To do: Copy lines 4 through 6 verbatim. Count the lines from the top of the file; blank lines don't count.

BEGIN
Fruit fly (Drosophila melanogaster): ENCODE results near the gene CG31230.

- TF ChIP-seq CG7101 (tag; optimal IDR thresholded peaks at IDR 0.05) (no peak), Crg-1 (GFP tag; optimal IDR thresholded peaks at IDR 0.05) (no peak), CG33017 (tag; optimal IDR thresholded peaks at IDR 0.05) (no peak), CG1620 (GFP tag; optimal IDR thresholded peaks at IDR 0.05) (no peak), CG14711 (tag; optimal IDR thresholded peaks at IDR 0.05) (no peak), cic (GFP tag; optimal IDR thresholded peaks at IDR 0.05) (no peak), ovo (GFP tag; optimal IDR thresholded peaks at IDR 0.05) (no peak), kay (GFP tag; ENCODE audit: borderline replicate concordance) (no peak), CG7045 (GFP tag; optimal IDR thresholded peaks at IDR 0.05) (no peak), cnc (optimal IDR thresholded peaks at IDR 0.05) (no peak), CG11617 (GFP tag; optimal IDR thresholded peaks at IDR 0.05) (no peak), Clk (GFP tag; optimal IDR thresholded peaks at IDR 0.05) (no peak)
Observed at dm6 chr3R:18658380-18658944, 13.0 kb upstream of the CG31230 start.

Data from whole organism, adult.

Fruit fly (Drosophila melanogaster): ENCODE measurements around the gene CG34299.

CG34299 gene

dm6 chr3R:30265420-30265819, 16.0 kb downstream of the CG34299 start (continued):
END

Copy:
Data from whole organism, adult.

Fruit fly (Drosophila melanogaster): ENCODE measurements around the gene CG34299.

CG34299 gene